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Powerful Quadratics

This comes in two parts, with the first being less fiendish than the second. It’s great for practising both quadratics and laws of indices, and you can get a lot from making sure that you find all the solutions. For a real challenge (requiring a bit more knowledge), you could consider finding the complex solutions.


You're invited to decide whether statements about the number of solutions of a quadratic equation are always, sometimes or never true.

Factorisable Quadratics

This will encourage you to think about whether all quadratics can be factorised and to develop a better understanding of the effect that changing the coefficients has on the factorised form.


Age 16 to 18
Challenge Level

This resource is from Underground Mathematics.


1.  Here is a graph showing a straight line.  It is not drawn accurately.

    The points $(2,3)$ and $(8,8)$ lie on the line.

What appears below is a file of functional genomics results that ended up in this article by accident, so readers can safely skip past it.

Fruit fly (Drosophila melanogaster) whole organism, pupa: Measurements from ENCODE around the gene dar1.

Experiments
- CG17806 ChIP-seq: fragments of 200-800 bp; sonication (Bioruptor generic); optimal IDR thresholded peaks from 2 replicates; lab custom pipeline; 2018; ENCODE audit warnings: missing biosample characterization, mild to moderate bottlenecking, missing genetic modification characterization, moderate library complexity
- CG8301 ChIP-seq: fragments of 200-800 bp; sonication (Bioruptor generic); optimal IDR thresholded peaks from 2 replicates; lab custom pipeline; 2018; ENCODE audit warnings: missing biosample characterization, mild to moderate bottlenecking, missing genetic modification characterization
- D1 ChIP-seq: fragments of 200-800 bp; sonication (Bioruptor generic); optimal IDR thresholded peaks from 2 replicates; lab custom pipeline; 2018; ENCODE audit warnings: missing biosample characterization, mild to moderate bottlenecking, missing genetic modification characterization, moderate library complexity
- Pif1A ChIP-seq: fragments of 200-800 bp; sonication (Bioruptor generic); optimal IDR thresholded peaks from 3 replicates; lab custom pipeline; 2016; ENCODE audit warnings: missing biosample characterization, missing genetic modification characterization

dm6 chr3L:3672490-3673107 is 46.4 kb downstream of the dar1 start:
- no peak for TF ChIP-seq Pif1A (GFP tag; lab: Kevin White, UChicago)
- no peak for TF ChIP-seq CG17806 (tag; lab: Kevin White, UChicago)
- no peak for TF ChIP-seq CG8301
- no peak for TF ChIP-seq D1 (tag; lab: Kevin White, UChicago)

Another point, $(4,a)$, also lies on the line.  Can you work out
    the value of $a$?

    How many different ways can you find to do this?


2.  This time, the $x$-coordinate of one of the points is missing - can you work it out?


    Did all of your approaches from question 1 work, or did some not?
    Or perhaps they worked with some modification?

    Can you find any new ways to do this question which are
    different from your methods for question 1?

3.  This time, you might find it helpful to draw your own sketches. 
     Give your answers to 1 decimal place.



  • The point $(7.3, c)$ lies on the straight line joining $(4.1, 37)$ and $(8.9, 63)$.  Find $c$.



  • The point $(d, 47.5)$ lies on the straight line joining $(15.05, 42)$ and $(17.55, 56)$.  Find $d$.



  • The point $(12, e)$ lies on the straight line joining $(8, 20)$ and $(17, 1)$.  Find $e$.


This is an Underground Mathematics resource.

Underground Mathematics is hosted by Cambridge Mathematics. The project was originally funded by a grant from the UK Department for Education to provide free web-based resources that support the teaching and learning of post-16 mathematics.

Visit the site at to find more resources, which also offer suggestions, solutions and teacher notes to help with their use in the classroom.